To Err Is Human, To Forgive Is Divine – Part Two


(I will be continuing a short blog series on forgiveness based on a sermon in March.  I have been on vacation and wrote a time-sensitive blog last week.)

In review, the noun, forgiveness, means “discharge, setting at freedom”.  The verb, “to forgive”, when used with a personal object means, “to send forth or send away, to release somebody”.  In classical Greek literature, forgiveness is used to indicate “the voluntary release of a person or thing over which one has legal or actual control”.

Hence, to forgive means “to acquit, to let go without the responsibility of guilt, obligation or punishment”.

A working definition I shared in the March blog was “the act of setting someone free from an obligation to you that is a result of a wrong done against you.”

What is the purpose of forgiveness?

For the follower of Christ, the ultimate purpose of forgiveness is to create an environment for reconciliation hence, forgiveness is not an end unto itself.  Without reconciliation, forgiveness, although beneficial to the one who forgives, is unfulfilled.  Without the goal of eventual reconciliation, forgiveness can become another medium of self-help in an already narcissistic world.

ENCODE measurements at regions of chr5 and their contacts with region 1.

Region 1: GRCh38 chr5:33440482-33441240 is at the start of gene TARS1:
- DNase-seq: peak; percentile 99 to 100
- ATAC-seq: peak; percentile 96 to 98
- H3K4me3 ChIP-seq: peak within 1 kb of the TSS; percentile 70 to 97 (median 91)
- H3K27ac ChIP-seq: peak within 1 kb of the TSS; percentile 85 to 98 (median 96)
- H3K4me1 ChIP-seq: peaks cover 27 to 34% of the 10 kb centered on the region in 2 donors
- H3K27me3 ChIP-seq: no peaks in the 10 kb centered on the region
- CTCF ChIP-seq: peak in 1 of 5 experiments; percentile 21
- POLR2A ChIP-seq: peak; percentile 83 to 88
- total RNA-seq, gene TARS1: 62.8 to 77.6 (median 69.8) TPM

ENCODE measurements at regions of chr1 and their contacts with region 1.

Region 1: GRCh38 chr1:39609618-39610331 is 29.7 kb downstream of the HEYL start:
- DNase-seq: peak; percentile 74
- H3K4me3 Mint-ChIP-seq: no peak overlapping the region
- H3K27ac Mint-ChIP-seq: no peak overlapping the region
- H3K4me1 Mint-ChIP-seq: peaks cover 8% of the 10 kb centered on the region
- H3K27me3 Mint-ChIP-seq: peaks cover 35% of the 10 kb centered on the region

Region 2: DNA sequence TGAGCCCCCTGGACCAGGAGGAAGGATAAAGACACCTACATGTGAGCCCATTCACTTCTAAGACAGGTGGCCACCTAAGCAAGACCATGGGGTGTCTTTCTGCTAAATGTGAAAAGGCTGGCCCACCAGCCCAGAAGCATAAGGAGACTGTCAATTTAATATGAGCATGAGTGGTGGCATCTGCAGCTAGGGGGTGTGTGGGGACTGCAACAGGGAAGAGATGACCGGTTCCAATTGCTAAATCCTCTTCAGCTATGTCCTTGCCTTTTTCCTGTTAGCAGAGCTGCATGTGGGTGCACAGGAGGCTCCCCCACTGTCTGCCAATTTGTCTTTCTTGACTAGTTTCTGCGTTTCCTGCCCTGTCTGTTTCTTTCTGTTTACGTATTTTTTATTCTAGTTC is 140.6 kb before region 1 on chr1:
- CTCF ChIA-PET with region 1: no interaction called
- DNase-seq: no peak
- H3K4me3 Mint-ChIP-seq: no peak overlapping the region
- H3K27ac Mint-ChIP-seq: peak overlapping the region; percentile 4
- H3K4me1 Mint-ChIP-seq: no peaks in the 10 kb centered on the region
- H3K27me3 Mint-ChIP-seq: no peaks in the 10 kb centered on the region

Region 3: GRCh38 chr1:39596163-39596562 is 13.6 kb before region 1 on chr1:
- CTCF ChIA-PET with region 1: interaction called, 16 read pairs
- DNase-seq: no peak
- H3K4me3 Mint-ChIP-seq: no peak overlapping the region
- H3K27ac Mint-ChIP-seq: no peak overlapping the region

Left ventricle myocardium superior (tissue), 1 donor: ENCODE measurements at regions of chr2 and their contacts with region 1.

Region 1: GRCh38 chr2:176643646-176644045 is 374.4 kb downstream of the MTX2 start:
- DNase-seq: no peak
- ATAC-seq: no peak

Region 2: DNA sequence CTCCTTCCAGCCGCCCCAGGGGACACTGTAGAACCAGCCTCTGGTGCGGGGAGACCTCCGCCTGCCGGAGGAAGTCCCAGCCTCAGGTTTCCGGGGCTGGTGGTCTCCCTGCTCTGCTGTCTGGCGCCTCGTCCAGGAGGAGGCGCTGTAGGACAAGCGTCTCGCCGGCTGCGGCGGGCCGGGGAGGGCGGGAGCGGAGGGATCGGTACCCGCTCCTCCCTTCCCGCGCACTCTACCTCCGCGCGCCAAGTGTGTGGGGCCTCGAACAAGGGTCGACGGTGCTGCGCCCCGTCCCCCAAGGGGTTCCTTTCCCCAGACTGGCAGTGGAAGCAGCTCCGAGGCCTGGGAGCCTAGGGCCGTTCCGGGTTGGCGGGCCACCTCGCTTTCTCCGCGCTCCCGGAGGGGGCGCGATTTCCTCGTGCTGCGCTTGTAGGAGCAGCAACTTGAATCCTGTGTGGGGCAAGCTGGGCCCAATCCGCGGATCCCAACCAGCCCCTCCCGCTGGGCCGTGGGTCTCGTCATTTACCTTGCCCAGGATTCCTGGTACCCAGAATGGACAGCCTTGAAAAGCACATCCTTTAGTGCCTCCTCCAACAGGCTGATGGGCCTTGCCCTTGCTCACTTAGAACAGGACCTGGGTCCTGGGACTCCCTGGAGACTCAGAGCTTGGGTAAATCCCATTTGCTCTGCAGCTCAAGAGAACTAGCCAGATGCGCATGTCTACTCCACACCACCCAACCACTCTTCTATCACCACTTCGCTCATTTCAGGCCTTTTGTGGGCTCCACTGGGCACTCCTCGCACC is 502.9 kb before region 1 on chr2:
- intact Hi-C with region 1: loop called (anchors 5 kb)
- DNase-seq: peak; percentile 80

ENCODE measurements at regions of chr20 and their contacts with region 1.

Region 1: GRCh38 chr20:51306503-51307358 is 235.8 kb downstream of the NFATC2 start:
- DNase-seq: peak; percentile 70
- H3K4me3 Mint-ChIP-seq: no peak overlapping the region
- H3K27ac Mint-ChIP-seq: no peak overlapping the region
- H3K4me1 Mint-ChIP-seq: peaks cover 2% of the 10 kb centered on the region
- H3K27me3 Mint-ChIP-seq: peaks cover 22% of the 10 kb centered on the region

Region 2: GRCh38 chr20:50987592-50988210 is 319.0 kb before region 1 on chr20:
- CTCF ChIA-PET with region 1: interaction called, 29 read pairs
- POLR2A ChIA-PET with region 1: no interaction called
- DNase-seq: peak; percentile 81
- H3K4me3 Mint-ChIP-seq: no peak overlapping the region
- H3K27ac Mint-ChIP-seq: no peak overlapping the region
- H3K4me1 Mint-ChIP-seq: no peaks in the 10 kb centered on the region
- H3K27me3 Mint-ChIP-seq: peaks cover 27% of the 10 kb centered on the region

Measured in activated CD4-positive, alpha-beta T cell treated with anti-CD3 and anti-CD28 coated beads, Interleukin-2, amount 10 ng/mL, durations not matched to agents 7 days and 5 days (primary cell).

If we are to imitate God, then the goal of forgiveness is reconciliation while the benefit of forgiveness is release of vengeance.  However, since reconciliation is bilateral from a human perspective, even if there is no cooperation from the “other party”, forgiveness still has virtue and merit by itself.

Lewis Smedes, in his book, The Art of Forgiveness, shared the fundamental stages of forgiveness.  In a later blog, I will share a more detailed process put forth by Robert D. Enright that might be helpful.

According to Smedes, these are the three fundamental stages of forgiveness.

First, rediscover the humanity of the person who hurt us.  This has been especially helpful to me.  It is extremely difficult to forgive someone who has become a symbol of the offense.  However, once we try to understand the person and perhaps see why the offense occurred, it is much easier to feel compassion and forgiveness.

Secondly, release our right to get even.  Vengeance seems sweet at the moment, but is highly destructive to everyone including our relationship with the Lord.  Besides, God has informed us that vengeance belongs to Him (Romans 12:19-20).

Finally, revise our feelings.  We know that forgiveness is having an impact on our lives when our feelings about the offending person begin to change from vengeance to compassion, from hate to love, from negativity to positivity.  It may not happen overnight, but with the sanctifying presence of the Holy Spirit in our lives, it will happen if we commit ourselves to it.

Forgiveness is not an easy matter.  Hardly anything really worthwhile ever is.

Something to think about…